Slump shadow on festive travel
Bookings cancelled or budgets curtailed
- Published 11.10.19, 1:43 AM
- Updated 11.10.19, 1:43 AM
- 2 mins read
The economic slowdown seems to have affected festive travel plans of Calcuttans.
Many Calcuttans who usually go on holiday outside the city during or after Durga Puja have preferred to stay home this festive season because they are wary of spending on travel, tour operators said.
Many others have cut down their travel budgets and chosen cheaper destinations over expensive packages.
Even a couple of years ago, flights on Puja days and just before the festival would go chock-a-block, prompting airlines to increase the flight count and cash in on the demand surge. Fares, too, would go up manifold.
Businessman Ashish Jha, a resident of Lake Temple Road, had planned a Europe tour this puja with nine others, all family members and friends.
“In March, we had planned a Europe tour and made a few hotel bookings. However, the economic slowdown set in and business was dull,” said Jha, who deals in real estate.
“In July, things were really bad and we had almost decided to cancel the booking. Finally, in September, we decided not to go. All our friends are businessmen and many are suffering losses. Even the pre-puja days were no better,” Jha said.
The Calcutta airport recorded a slight increase in the number of departure passengers this Puja, compared with last year’s. But officials said the growth was far less than expected and, with the number of flights going up, seats on many remained vacant.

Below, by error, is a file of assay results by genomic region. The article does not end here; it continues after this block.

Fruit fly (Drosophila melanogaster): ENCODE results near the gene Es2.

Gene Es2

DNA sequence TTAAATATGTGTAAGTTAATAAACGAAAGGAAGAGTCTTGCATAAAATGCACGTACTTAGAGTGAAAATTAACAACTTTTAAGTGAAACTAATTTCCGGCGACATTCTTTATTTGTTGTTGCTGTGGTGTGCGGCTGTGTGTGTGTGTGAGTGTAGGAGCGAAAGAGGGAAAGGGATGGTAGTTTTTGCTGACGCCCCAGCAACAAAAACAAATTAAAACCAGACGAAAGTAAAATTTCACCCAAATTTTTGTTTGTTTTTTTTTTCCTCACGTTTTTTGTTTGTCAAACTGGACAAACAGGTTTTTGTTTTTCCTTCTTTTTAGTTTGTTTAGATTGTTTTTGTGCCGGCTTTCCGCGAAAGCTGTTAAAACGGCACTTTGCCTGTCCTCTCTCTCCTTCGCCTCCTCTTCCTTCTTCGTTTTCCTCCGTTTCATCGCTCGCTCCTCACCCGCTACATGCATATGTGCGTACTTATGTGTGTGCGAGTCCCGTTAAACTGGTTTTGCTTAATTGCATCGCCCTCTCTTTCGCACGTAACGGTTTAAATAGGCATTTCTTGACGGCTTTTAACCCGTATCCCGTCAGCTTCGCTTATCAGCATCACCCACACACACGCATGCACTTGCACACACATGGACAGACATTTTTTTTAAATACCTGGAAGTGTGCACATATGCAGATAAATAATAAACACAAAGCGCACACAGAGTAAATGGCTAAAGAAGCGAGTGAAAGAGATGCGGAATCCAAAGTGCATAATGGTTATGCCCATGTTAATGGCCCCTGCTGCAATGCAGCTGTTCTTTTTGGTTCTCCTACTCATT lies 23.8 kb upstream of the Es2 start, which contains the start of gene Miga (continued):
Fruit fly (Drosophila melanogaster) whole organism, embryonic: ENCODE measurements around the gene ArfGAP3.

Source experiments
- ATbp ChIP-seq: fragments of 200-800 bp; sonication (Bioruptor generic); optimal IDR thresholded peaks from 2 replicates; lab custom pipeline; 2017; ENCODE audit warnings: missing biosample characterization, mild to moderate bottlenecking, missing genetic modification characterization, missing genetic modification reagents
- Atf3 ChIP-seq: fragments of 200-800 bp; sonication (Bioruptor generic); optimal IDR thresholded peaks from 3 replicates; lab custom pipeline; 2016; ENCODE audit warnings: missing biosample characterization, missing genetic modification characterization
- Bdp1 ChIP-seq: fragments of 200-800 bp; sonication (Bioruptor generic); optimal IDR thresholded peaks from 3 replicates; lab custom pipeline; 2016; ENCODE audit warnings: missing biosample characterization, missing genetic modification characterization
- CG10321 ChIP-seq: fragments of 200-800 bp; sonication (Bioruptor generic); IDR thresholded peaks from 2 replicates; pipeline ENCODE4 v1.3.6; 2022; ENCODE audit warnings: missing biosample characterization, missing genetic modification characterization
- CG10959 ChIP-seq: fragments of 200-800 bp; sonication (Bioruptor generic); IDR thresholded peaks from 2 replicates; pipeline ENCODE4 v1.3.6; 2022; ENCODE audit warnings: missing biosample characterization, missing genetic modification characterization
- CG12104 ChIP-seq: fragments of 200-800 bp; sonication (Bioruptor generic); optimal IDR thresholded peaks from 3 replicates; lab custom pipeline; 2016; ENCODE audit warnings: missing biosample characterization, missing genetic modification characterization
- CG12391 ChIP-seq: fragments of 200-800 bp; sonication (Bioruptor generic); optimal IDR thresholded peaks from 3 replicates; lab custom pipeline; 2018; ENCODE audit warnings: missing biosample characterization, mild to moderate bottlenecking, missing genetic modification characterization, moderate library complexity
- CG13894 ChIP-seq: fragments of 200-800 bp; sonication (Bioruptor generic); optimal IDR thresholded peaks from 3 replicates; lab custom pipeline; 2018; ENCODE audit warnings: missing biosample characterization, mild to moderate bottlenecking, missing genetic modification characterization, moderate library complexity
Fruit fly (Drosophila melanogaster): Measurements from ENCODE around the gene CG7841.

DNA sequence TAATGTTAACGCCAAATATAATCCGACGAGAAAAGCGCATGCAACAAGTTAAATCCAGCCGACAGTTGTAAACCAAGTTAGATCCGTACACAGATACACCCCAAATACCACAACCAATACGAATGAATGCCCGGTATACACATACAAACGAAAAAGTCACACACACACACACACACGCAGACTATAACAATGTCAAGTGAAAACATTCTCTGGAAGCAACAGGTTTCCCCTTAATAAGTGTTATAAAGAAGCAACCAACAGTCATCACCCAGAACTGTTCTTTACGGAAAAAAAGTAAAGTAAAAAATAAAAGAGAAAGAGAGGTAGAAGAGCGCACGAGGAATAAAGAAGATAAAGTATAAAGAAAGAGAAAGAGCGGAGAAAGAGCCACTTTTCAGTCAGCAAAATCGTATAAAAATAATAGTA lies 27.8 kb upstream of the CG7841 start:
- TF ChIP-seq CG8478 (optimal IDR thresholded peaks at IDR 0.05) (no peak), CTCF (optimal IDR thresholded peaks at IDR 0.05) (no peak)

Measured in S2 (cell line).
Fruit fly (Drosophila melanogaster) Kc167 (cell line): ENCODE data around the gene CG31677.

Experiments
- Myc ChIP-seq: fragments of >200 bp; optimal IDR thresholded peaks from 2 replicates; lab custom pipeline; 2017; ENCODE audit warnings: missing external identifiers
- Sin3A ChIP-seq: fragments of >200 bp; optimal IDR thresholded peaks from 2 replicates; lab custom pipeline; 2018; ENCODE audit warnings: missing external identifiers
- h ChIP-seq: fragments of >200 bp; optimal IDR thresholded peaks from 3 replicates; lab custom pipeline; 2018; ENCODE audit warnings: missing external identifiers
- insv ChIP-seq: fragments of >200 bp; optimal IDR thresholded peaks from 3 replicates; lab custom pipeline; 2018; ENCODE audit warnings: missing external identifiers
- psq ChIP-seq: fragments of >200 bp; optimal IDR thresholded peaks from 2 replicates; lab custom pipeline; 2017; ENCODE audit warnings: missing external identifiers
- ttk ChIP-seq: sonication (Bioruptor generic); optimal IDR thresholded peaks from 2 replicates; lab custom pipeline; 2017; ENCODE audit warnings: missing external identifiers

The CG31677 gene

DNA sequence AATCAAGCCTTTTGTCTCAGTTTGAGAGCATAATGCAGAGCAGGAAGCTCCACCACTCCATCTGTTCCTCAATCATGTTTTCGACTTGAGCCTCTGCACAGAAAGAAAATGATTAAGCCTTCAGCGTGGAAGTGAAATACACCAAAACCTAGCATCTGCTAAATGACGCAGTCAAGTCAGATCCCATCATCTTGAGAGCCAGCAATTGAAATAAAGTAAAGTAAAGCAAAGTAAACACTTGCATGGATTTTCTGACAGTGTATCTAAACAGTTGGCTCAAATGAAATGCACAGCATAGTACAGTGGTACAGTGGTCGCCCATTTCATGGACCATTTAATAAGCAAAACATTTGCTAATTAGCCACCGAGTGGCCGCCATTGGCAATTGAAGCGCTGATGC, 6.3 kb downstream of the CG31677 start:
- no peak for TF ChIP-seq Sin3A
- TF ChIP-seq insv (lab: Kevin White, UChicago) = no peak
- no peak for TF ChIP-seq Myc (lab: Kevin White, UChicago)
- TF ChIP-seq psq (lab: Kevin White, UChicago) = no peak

Last year, the airport had recorded about 1.55 lakh passengers travelling out of Calcutta on the Puja days. This year, the count stood at 1.66 lakh. On the other hand, the number of flights on the five Puja days (Sashthi to Dashami) went up to 1,425 from last year’s 1,089 (see chart).
“The expected growth in passenger footfall is 10 per cent year on year. But if we compare with last year’s Puja, the growth this year was much less. Also, with the number of flights increasing, there were many empty seats,” a senior airport official said.
Officials of various airlines said their Puja business was unsatisfactory. “Some new destinations were connected from Calcutta but it did not have much impact,” said an official of a low-cost airline.
“This was the worst Puja season for us in many years. Many people cancelled in the last moment. Those who travel every year despite odds did not make bookings,” said Anil Punjabi, chairman, east, Travel Agents Federation of India. “Those who cancelled said they did not want to spend on travel because of the uncertainty in the market.”
Other tour operators, too, said business was dull and things did not look promising. Domestic tours were hit, too.
“Kerala, Himachal Pradesh and other parts of India are still popular but the number of people travelling has gone down. The situation has not improved even in the post-Puja period, which is usually part of the peak season,” said Raktim Roy, the managing partner of Dolphin Travels, a city-based travel agency.
Earlier, his agency would take a group of 50 or 60 to a particular destination. This year the number of tourists has come down to 30.